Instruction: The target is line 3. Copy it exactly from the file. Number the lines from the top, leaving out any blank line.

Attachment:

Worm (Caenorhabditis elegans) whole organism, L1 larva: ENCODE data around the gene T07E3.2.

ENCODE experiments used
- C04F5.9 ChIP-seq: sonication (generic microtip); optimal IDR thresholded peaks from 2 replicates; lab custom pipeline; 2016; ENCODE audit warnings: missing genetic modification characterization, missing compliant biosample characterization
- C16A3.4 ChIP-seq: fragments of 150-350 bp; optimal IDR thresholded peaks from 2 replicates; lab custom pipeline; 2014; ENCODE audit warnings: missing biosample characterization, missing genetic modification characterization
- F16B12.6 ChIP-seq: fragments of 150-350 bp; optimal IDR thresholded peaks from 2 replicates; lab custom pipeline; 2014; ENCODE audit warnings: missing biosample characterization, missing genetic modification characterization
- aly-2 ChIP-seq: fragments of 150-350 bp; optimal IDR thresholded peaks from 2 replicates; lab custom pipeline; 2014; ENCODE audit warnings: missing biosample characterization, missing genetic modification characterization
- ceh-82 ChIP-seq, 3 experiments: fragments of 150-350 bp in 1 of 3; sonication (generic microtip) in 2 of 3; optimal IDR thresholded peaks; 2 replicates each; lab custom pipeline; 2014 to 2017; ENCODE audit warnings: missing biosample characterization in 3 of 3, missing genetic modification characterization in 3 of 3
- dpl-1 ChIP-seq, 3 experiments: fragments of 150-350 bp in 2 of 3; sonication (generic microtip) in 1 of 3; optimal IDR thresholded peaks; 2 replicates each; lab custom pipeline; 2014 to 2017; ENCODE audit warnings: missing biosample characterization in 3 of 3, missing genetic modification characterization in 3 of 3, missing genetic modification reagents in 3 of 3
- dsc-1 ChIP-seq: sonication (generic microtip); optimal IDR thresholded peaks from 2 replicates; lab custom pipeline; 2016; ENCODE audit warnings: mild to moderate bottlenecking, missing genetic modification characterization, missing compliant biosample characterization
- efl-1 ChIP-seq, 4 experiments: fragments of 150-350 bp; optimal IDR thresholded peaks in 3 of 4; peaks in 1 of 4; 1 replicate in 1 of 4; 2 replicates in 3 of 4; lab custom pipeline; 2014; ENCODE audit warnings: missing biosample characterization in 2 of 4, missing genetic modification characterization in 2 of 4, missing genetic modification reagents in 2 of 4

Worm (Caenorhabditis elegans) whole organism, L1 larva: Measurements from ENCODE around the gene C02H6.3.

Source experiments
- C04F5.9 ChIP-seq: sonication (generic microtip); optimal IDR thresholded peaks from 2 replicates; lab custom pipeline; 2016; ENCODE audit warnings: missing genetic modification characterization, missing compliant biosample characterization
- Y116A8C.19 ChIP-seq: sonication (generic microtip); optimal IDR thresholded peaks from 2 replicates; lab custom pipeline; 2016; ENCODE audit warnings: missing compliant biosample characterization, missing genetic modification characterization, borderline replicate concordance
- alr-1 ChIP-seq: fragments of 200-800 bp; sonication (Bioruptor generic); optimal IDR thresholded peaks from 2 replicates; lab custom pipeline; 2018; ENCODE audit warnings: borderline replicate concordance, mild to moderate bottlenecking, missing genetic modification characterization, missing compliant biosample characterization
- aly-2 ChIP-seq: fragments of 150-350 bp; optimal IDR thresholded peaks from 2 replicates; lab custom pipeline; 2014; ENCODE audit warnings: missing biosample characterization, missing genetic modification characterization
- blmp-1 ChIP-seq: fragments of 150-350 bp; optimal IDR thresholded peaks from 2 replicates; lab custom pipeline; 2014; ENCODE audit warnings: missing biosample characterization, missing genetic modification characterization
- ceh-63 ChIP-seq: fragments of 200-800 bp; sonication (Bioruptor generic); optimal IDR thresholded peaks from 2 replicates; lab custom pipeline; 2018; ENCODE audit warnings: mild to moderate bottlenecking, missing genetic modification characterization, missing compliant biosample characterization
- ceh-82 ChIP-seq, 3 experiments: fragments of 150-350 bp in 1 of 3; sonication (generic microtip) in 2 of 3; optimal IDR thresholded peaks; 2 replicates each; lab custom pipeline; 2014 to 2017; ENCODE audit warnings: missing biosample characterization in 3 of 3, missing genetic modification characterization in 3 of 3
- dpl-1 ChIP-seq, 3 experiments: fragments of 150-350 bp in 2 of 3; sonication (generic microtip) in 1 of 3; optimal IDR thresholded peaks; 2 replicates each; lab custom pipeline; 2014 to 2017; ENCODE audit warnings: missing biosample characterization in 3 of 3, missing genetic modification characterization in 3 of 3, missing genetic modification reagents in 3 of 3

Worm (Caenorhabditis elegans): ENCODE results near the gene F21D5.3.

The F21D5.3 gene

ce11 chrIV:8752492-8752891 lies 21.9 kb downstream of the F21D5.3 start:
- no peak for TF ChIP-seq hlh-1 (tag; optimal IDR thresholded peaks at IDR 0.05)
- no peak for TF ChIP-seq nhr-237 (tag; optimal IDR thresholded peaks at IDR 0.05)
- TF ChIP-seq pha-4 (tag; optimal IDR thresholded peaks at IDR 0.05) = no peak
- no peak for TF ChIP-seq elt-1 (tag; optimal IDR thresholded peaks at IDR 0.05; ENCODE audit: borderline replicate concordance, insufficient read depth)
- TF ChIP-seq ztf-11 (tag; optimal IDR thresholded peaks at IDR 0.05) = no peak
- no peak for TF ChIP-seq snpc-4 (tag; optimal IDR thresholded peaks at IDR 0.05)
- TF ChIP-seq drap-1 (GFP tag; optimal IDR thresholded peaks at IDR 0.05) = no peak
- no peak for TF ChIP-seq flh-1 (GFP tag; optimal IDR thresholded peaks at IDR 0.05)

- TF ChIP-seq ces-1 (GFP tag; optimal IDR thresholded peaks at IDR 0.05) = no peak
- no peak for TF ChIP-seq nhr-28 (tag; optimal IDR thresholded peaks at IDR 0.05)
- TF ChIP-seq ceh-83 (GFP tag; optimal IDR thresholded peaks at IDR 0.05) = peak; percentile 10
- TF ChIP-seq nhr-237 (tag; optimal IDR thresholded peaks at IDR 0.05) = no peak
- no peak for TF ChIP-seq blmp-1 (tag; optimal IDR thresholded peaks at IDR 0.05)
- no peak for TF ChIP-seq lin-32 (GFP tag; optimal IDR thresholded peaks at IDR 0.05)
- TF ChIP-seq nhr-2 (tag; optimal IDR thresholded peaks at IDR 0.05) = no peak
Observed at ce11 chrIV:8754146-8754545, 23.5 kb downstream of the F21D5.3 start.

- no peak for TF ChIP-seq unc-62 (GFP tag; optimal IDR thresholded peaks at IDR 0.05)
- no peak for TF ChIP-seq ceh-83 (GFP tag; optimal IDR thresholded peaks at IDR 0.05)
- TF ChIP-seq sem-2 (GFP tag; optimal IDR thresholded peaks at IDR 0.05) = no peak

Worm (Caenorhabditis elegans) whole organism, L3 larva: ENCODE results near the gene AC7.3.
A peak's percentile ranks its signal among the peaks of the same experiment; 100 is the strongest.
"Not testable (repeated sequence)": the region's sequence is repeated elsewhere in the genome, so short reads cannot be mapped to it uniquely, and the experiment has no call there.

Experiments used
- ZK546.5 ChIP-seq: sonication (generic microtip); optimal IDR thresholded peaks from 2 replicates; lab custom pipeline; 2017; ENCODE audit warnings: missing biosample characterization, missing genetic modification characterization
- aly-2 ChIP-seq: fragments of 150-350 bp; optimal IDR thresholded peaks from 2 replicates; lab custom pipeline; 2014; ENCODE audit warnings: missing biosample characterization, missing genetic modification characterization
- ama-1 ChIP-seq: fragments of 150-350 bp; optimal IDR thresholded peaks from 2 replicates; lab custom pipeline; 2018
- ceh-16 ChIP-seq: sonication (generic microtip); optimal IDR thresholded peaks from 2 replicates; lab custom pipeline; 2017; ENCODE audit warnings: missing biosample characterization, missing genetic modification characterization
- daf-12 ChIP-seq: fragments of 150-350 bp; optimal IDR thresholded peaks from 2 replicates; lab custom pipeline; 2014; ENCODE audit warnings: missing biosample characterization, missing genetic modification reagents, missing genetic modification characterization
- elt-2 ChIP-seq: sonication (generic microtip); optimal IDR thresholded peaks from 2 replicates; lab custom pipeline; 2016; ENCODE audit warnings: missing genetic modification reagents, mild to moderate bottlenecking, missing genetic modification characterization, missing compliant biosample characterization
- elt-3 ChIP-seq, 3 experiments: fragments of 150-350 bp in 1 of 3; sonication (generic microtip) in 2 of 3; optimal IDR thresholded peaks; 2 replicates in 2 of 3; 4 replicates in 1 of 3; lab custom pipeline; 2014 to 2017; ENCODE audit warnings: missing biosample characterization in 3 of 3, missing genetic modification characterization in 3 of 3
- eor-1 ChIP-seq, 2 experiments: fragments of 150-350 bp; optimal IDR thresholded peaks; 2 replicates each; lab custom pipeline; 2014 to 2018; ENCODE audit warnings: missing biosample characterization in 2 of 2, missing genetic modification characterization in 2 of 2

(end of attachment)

- C04F5.9 ChIP-seq: sonication (generic microtip); optimal IDR thresholded peaks from 2 replicates; lab custom pipeline; 2016; ENCODE audit warnings: missing genetic modification characterization, missing compliant biosample characterization